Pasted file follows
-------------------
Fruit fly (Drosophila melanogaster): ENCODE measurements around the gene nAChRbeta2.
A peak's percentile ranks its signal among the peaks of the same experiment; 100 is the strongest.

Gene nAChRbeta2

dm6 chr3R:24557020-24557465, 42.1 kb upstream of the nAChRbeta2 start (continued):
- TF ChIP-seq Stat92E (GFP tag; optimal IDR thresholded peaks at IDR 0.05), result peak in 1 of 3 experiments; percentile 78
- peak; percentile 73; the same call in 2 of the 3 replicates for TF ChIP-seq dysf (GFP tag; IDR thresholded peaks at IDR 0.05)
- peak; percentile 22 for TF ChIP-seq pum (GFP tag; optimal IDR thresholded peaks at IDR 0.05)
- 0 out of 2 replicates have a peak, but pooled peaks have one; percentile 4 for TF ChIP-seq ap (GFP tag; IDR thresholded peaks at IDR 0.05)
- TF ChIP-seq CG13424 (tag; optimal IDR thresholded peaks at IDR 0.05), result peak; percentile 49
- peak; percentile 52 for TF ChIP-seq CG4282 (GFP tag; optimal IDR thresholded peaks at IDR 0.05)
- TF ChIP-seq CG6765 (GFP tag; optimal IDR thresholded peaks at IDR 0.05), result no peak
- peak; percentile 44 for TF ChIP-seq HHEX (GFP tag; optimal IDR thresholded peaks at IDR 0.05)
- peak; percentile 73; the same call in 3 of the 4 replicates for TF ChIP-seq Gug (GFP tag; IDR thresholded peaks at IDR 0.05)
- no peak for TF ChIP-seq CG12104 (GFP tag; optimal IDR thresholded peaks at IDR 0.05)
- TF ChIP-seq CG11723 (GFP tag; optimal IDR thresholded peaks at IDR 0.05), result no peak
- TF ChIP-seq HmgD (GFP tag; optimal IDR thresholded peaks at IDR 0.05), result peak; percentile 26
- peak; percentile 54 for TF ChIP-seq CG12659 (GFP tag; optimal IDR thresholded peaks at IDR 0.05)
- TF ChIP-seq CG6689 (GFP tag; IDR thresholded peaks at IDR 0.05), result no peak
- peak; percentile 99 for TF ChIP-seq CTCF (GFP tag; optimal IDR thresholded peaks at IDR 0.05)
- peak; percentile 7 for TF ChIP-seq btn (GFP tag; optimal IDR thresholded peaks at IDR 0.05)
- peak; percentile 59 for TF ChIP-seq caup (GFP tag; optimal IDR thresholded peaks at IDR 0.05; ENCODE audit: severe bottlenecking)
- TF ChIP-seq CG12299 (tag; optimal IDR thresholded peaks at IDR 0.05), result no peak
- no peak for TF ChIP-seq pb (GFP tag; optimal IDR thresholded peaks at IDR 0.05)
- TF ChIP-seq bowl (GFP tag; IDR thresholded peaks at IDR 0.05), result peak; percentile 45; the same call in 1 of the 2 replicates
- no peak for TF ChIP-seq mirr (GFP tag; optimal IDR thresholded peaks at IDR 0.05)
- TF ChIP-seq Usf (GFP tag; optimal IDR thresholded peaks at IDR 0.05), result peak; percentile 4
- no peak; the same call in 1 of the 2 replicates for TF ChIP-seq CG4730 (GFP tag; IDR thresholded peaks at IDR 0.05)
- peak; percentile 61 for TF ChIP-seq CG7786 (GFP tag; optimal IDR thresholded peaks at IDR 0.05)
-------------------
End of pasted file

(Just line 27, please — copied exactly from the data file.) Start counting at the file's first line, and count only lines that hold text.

- no peak; the same call in 1 of the 2 replicates for TF ChIP-seq CG4730 (GFP tag; IDR thresholded peaks at IDR 0.05)